But now the solid-state battery is here to challenge its reign. Word is that a potential advancement in the battery could change the way we store energy.
So what is the difference between the two batteries, and what makes solid-state batteries so special? Let's take a look.
Differences between lithium-ion batteries and solid-state batteries
Lithium-ion batteries have been used to power electric vehicles and consumer electronics for years. What makes them different from solid-state batteries is that lithium-ion batteries contain a liquid electrolyte inside them as opposed to a solid electrolyte.
The downside is that the liquid electrolyte makes the battery heavy and prone to instability when exposed to high temperatures. Also, to get enough energy, you have to link multiple battery packs together in series, which only adds to the battery’s weight.
By eliminating the heavier liquid electrolyte, the solid-state batteries are able to come out denser and more compact. They use a solid electrolyte that can either be in the form of ceramic, glass, or other materials.
Like any other battery out there, lithium-ion batteries are primarily used to store power for use in electrical devices. You'll often find it in cell phones, laptops, and cordless power tools. Lithium-ion was also the first kind of battery to be used in a commercial electric car.
Now, contrary to common belief, solid-state batteries are also not a new phenomenon. According to
, they have also been around for years, used in small devices like RFID, pacemakers, and other wearable devices because of their high energy density and safety.
Only recently has research been initiated on how they can be used for more heavy-duty applications, like automobiles. Expectations are that these batteries will vastly improve the performance and range of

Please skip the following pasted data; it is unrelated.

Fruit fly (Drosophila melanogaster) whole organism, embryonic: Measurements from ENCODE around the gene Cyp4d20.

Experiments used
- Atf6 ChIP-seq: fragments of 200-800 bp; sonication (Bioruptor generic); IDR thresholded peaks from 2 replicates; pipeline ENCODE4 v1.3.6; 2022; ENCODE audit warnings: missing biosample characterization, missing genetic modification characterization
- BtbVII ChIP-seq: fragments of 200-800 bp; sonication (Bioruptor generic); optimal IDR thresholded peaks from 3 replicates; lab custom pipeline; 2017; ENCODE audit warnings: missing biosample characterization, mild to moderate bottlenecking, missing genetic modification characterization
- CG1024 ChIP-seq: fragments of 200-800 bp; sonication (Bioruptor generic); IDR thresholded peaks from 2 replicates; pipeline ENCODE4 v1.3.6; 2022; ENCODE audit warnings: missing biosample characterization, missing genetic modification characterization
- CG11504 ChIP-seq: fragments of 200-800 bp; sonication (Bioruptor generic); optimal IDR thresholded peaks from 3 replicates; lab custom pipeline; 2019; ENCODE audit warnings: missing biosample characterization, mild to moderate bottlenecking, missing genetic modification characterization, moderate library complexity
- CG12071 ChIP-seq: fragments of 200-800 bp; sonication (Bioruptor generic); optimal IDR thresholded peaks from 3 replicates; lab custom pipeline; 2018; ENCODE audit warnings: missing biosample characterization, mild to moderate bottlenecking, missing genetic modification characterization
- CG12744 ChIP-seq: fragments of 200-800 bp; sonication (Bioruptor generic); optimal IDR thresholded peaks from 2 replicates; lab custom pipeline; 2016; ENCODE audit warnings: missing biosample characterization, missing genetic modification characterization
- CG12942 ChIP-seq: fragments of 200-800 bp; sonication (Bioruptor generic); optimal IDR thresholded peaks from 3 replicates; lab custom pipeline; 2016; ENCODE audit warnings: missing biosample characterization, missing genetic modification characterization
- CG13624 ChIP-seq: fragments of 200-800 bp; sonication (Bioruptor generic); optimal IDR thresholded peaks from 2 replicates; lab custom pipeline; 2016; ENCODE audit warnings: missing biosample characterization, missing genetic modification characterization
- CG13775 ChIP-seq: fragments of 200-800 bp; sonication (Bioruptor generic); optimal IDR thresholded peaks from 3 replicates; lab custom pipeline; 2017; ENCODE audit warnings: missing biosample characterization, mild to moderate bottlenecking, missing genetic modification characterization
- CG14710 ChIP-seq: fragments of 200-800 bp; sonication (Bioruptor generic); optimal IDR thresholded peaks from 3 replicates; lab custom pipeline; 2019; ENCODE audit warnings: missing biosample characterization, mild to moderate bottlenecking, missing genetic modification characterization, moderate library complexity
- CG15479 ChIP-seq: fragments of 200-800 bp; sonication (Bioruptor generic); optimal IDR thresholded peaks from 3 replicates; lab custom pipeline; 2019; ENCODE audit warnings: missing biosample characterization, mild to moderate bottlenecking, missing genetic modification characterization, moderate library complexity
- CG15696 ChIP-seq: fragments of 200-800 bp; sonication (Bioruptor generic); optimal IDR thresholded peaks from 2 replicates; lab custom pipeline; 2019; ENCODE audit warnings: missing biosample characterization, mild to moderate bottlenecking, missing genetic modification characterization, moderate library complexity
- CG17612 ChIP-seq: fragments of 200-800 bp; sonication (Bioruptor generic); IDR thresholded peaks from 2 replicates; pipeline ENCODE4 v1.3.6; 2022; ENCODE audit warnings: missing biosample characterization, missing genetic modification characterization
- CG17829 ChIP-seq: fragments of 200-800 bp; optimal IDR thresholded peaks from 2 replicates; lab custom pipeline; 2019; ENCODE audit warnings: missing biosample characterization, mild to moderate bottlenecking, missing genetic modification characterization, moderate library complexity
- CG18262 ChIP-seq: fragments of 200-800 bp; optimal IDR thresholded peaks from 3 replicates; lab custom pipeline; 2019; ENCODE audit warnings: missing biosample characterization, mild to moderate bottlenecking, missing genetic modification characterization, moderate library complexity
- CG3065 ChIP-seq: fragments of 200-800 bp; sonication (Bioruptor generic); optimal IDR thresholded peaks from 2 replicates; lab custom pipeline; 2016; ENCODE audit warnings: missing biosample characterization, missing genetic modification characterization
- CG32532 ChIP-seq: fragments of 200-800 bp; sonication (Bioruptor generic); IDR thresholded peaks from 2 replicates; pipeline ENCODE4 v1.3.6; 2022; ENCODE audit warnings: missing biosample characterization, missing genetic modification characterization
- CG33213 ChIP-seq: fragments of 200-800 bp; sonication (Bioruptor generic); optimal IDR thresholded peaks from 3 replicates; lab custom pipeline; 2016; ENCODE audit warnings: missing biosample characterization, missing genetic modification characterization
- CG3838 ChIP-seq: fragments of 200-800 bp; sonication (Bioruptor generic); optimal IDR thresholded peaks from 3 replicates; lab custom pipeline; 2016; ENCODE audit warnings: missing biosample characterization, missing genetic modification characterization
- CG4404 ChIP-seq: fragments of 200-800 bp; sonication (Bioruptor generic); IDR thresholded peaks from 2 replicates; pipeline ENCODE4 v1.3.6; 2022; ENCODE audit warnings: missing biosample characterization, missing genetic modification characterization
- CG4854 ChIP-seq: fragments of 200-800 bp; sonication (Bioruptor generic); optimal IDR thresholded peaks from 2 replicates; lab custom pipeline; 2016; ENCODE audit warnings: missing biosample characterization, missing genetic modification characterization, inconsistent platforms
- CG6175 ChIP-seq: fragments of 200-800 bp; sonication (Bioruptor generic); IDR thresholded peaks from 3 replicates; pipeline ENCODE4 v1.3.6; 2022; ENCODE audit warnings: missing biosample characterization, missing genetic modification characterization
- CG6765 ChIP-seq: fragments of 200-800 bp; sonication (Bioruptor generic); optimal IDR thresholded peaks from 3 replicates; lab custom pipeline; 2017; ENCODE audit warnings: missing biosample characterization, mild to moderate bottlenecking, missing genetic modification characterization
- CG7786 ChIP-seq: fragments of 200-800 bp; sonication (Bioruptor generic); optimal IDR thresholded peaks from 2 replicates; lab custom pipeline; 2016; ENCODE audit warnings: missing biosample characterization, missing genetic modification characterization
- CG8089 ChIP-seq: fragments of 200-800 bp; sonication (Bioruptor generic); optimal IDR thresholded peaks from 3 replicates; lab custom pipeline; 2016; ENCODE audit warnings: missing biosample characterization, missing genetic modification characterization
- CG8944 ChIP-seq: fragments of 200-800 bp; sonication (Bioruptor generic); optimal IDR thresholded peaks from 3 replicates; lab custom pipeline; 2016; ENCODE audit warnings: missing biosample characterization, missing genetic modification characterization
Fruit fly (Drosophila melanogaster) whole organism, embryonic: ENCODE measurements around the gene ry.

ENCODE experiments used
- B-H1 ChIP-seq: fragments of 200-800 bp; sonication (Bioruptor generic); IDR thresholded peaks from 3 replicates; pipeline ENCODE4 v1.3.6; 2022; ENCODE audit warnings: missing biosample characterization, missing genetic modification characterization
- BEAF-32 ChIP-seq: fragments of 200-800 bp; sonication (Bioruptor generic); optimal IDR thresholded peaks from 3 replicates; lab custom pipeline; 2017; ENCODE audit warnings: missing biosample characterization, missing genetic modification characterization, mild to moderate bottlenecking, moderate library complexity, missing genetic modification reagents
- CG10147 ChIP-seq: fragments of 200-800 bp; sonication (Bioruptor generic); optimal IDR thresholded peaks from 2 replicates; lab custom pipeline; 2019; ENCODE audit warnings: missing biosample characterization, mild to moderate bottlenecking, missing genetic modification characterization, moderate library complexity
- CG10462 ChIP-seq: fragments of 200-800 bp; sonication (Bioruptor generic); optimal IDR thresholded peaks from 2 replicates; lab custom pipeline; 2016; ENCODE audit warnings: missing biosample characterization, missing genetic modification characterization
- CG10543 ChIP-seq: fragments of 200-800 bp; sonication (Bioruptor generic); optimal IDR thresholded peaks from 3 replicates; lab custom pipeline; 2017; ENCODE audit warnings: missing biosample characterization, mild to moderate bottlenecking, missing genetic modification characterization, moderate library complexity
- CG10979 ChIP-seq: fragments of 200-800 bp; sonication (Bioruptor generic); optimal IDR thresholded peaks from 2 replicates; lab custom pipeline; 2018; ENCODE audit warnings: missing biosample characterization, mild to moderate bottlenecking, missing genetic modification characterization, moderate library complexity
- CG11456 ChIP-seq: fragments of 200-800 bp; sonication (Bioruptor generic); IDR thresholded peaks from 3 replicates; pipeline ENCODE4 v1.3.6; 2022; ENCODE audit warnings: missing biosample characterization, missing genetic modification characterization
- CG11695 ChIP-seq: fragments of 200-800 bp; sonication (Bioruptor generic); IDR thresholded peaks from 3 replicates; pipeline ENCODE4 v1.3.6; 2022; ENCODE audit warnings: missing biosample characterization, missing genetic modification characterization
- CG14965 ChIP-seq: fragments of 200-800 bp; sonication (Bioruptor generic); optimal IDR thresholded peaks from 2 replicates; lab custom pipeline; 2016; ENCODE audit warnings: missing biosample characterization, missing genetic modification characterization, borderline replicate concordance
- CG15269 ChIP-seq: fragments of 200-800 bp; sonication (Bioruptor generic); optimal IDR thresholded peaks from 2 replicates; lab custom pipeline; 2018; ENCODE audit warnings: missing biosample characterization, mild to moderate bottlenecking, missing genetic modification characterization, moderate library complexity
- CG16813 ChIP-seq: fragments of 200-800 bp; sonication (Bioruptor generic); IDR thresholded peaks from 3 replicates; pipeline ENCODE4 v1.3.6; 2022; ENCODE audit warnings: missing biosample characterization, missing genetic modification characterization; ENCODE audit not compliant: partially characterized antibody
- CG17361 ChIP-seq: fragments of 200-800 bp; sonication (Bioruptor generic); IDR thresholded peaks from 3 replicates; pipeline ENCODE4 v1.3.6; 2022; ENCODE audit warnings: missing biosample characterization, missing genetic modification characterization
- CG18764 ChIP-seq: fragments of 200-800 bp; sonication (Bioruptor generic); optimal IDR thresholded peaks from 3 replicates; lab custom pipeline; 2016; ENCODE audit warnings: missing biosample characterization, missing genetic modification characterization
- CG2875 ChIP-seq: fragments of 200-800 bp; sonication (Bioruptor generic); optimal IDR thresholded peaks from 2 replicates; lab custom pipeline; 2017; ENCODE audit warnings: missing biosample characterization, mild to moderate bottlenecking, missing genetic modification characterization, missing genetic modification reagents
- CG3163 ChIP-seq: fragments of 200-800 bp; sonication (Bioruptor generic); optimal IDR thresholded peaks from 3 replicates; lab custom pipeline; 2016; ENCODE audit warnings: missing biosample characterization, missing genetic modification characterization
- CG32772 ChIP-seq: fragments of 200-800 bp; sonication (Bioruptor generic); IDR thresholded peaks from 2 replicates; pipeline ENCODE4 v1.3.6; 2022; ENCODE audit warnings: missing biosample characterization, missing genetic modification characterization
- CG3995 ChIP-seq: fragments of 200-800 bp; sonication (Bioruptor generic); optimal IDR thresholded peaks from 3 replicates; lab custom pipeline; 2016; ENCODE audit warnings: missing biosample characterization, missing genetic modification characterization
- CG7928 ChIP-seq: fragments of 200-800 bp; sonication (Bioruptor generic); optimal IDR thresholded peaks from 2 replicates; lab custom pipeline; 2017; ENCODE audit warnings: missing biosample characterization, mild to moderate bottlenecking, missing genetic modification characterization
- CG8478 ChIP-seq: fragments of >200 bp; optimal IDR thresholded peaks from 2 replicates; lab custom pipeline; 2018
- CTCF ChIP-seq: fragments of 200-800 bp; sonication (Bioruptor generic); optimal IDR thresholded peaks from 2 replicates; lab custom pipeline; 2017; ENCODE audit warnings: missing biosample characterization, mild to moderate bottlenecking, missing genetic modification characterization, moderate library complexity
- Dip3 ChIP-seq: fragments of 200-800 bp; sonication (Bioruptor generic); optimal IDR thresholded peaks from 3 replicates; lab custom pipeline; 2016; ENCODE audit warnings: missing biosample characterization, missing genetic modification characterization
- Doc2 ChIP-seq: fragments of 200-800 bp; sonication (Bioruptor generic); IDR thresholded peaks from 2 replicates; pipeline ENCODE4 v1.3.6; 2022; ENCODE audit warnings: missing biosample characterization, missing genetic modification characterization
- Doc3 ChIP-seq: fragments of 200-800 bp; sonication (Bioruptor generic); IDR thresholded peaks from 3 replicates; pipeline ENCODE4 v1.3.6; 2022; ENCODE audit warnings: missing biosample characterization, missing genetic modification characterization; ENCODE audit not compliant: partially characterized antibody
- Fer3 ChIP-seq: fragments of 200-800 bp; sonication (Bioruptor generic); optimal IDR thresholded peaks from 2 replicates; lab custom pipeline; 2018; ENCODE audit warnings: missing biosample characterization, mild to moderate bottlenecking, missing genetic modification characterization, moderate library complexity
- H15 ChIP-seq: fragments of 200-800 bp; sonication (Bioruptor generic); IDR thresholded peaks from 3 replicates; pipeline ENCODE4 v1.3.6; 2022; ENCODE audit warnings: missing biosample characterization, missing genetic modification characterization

The projection is that the reduced weight and increase in the battery's energy density will increase the range of the vehicle to a significant degree. In theory, solid-state batteries should also be able to charge faster.
Why is lithium-ion more popular?
Lithium was first commercialized in 1991 and has dominated the sector since then; this is mainly because it is lighter than other rechargeable batteries of similar size. Its electrodes also consist of lightweight carbon and lithium. Lithium is highly reactive. Therefore, it tends to store a lot of energy in its atomic bonds, resulting in a higher energy density.
Other than their ability to hold a charge for long, lithium-ion batteries also have no memory effect, meaning you don't need to discharge them completely before recharging.
However, these batteries still have limitations. For starters, they are highly sensitive when exposed to high temperatures. The heat causes the battery packs to degrade rapidly. Lithium-ion batteries also begin degrading the instant they step out of the factory and will be ruined if completely discharged.
These factors along with its bulkiness have reduced the popularity of lithium-ion batteries over the years, giving way to new ideas.
Why is the solid-state battery less popular?
Though solid-state batteries are safer to use, they are still vastly less popular to date. This can mainly be attributed to challenges in design and costs of manufacturing on a large scale. For instance, it requires expensive vacuum deposition equipment, which plays a critical role in determining consumer pricing.
However, we are starting to see gains in the technology behind solid-state technology. These gains promise improvement in the safety, range, and energy density of electric vehicles. They also have the potential for fast charging without the
With the newly sparked interest in solid-state batteries, battery manufacturers have been working overtime to develop the most efficient battery for the automotive industry. Some, like Solid Power, have been making notable progress.
The primary aim of the company is to encourage car makers to reduce the cost of their electric vehicles by making more affordable yet powerful batteries. Likewise, electric vehicle manufacturers everywhere are also putting their foot in the game, pouring loads of money into the research and development of a more commercial solid-state battery.
, both manufacturers recently established a partnership with Solid Power. The two electromotive giants invested $130 Million in the company during their Series B investment round held in 2021. The investment made BMW Group an equal partner with Ford, who had earlier invested in Solid Power.